Trust Bollywood to latch on to any formula that might have a see-able lining. Last week’s film Pyaar Mein Twist had the unorthodox pair of parents Rishi Kapoor and Dimple Kapadia running away together.
Nothing wrong with that. Except that the two parents aren’t married to each other. This, in the context of `Hindustani sabhyata` might seem sacrilegious except for the fact that the dialogues repeatedly stress the fact that the aging pair seek nothing but companionship. And that their joint escape route is nothing like the Dimple-Rishi elopement in Bobby 30 years ago.
Oh damn! And to think a decade ago eyebrows shot up when Sridevi played a besotted teenager in Yash Chopra’s Lamhe who has a crush on her guardian-angel Anil Kapoor.
“How can you want to marry a man who lives under the same roof?” the prudes whined.
But look at the irony. Three years earlier in Maine Pyar Kiya we had the ultra-conservative Sooraj Barjatya allowing his totally traditional heroine to stay in the house of the hero. Though the rapport shared between Bhagyashree and Salman Khan was totally platonic the pair did, technically, share a live-in relationship.
With Pyaar Mein Twist live-in relationships seem to have come of age, in more ways than one. While the elderly couple in the film live together, away from their respective homes, there’s more counter-conservative accommodation in store in debutant director Sidharth Raj Anand’s Salaam Namaste which opens this week.
In this eagerly awaited film Preity Zinta and Saif Ali Khan share more than songs and barbs as they come together to play a couple who after a flash-courtship, decide to move in together, fall in love and fall out … all done under the same roof.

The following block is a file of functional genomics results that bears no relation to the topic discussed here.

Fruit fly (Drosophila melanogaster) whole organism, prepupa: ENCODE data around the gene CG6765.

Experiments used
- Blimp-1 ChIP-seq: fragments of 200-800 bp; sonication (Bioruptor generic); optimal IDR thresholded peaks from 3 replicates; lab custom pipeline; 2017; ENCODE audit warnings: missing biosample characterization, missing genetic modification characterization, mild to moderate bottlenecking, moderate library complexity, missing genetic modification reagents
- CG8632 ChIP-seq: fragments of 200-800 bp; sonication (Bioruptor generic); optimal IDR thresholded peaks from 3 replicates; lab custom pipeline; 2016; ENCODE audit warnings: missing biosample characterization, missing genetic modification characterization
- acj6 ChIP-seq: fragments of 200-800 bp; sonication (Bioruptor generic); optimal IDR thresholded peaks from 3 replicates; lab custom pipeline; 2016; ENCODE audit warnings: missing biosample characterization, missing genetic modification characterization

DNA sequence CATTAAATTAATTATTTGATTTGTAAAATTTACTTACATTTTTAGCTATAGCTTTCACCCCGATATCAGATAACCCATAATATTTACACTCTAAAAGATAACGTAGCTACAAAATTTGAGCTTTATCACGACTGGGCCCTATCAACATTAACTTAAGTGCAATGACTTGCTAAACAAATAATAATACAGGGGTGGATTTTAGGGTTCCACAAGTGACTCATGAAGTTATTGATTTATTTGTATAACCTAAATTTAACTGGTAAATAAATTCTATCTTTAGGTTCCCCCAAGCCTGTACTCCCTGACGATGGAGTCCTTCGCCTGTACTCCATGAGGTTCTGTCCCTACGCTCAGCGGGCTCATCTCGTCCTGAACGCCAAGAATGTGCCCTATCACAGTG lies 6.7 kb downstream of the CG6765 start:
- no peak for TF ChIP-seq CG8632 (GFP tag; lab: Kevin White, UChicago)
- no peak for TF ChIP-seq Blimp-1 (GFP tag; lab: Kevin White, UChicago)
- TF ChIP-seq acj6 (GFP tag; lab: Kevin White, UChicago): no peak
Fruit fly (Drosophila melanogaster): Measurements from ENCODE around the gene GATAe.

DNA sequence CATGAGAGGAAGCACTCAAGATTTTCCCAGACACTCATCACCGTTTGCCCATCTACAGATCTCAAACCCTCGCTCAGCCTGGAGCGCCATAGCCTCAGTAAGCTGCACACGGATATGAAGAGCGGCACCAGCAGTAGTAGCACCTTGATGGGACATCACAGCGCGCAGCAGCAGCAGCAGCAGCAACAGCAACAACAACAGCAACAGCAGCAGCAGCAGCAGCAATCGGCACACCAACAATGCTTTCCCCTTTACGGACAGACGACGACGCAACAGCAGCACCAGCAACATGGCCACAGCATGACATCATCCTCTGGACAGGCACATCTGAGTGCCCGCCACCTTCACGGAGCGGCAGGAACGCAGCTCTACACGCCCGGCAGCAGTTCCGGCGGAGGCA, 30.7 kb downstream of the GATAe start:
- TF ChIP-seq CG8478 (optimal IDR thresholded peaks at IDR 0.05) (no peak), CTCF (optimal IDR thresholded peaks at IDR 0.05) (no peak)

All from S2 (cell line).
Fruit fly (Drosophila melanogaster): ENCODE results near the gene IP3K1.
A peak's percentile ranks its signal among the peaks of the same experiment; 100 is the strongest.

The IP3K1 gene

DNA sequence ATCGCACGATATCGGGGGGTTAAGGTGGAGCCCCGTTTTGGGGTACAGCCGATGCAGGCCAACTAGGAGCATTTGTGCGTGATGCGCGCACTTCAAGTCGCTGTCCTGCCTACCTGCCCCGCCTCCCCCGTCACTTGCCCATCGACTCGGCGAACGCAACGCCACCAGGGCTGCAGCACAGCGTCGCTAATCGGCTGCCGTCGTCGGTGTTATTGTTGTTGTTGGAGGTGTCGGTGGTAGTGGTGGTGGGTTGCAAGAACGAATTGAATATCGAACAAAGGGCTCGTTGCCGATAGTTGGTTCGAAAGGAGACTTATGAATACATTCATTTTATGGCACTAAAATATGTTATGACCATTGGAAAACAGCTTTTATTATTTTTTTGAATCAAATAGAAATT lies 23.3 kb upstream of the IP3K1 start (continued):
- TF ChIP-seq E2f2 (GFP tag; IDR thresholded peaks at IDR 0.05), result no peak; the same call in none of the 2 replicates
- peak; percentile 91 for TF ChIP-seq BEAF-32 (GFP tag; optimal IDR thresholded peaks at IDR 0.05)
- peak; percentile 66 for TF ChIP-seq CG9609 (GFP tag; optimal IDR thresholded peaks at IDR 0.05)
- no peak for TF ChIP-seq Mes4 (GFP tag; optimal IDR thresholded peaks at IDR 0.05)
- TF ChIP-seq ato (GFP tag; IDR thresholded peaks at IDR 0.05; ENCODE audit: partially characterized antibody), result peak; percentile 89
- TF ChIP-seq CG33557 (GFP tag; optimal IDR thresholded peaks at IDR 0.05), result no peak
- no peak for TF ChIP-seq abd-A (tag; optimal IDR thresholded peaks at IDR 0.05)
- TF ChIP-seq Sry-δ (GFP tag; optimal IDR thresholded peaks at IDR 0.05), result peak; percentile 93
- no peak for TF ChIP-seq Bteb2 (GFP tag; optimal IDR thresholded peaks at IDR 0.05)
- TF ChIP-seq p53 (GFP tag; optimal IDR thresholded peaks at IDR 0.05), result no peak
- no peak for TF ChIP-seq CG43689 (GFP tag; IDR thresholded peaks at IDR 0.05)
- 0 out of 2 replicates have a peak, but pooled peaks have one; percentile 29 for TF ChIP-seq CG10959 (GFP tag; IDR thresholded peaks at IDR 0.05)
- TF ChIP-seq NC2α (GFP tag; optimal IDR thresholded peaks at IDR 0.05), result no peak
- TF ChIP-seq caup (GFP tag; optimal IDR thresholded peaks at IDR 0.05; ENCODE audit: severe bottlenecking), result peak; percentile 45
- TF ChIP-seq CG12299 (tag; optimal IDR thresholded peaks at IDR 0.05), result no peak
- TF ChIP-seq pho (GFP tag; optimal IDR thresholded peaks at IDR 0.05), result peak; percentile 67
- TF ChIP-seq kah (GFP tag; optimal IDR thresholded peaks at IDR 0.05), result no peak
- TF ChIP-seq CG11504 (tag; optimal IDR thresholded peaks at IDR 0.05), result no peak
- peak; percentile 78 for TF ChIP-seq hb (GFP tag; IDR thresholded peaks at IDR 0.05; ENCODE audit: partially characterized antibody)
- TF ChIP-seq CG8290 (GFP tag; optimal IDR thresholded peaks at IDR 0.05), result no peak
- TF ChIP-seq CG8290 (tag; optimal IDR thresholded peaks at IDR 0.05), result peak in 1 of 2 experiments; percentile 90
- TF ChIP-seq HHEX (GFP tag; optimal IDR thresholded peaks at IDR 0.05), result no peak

This, in a society and a film industry that still believe in the coy balladry of `Kal ki haseen mulaqat ke liye aaj raat ke liye hum tum juda ho jaate haain achcha chalo so jaate hain…` That’s the love duet from Ramanand Sagar’s Charas 30 years ago which still defines the early-to-bed-and-alone-to-rise demure duo’s dictum for the shared sexual space between couples.
How would audiences react to two people actually living-in together to gauge the levl of compatibility between them?
This is precisely what Rishi and Dimple do in Pyaar Mein Twist. And now Saif and Preity are even more funkily bohemian in their attitute to love and sex.
Coming from the characteristically adventurous Yashraj Films banner who’ve earlier done radically experimental subjects and formats including a Hindu-Mulsim love story (Dharmputra), unwed motherhood (Dhool Ka Phool), a song-less courtroom drama (Kanoon), the leading lady as a murderess (Ittefaq), a m√É¬©nage a trois Daag), marital infidelity (Silsila) and a generation-crossing love story (Lahme) the ostensible audacity of the live-in situation in Salaam Namaste should come as no surprise.
The film’s leading man Saif Ali Khan for one, finds the film’s domestic arrangement “pretty cool….live-in relationships are quite prevalent in the metros, and cinema should reflect a reality that goes beyond just social sanction. I find the whole subject, theme and treatment in Salaam Namaste very refreshing.”
Whether subjects like Pyar Mein Twist which co-incidentally featured Saif’s sister Soha and Salaam Namaste (Saif) strike a chord beyond the prime target of urban audiences remains to be seen.
Fact is, we’re living in a rapidly mutating milieu. These films reflect that reality.